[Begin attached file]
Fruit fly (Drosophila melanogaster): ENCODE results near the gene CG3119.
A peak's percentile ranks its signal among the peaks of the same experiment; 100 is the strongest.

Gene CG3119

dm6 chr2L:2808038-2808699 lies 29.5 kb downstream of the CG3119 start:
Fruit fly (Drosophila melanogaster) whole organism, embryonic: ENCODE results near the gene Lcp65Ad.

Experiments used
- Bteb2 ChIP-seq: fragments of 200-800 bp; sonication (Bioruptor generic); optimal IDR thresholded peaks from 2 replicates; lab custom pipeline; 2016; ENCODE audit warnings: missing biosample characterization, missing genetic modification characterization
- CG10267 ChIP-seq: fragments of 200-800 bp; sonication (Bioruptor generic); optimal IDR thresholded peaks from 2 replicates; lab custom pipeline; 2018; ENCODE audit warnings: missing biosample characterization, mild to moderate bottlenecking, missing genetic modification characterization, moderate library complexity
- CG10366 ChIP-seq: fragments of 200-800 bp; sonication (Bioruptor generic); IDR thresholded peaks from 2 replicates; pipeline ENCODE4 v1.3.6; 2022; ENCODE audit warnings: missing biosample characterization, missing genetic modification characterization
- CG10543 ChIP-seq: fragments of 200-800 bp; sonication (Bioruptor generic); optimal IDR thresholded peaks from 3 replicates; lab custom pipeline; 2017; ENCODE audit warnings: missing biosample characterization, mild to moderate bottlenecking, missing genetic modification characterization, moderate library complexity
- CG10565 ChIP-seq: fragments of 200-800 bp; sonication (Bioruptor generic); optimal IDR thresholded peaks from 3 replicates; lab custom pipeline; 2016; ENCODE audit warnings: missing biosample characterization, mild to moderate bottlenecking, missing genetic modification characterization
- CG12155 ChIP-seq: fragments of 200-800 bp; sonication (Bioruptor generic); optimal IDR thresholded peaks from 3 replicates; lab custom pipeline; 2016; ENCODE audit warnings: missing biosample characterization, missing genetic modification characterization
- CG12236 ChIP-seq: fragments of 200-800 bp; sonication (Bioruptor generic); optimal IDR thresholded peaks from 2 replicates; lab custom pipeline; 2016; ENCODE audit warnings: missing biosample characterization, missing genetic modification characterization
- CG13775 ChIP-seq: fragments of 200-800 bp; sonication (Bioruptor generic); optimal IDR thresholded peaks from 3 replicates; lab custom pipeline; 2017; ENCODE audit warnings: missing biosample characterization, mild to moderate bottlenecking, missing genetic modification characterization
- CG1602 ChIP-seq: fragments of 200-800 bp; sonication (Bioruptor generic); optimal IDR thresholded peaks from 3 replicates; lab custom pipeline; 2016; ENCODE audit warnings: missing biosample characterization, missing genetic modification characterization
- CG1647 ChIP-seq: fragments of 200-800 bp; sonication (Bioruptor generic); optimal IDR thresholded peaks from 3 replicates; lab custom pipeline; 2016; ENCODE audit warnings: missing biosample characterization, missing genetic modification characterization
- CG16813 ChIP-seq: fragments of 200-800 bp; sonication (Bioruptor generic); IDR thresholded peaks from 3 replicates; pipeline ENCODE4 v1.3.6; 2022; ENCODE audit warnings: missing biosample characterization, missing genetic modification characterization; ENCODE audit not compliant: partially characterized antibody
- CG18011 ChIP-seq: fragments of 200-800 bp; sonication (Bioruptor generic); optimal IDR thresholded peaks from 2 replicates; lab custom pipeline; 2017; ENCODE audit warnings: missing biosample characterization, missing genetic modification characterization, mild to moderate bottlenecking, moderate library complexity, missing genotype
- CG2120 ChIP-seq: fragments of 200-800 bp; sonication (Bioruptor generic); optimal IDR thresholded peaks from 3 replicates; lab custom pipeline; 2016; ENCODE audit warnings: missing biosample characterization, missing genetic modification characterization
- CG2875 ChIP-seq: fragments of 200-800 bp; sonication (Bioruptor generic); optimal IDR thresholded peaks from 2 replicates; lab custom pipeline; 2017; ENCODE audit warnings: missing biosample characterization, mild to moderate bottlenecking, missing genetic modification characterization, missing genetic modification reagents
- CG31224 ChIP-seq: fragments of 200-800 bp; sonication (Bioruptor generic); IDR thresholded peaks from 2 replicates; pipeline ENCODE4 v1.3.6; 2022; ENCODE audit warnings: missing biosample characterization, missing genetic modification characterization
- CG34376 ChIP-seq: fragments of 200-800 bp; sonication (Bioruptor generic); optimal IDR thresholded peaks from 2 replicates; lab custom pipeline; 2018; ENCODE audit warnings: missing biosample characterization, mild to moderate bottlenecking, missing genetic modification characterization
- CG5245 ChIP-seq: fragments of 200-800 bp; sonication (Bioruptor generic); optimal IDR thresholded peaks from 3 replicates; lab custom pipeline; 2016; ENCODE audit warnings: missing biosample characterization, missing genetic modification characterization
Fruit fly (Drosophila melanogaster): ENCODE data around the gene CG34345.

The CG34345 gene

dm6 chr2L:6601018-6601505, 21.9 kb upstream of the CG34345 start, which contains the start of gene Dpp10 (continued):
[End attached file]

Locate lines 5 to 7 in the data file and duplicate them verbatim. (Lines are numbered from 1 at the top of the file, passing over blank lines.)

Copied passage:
Fruit fly (Drosophila melanogaster) whole organism, embryonic: ENCODE results near the gene Lcp65Ad.

Experiments used
- Bteb2 ChIP-seq: fragments of 200-800 bp; sonication (Bioruptor generic); optimal IDR thresholded peaks from 2 replicates; lab custom pipeline; 2016; ENCODE audit warnings: missing biosample characterization, missing genetic modification characterization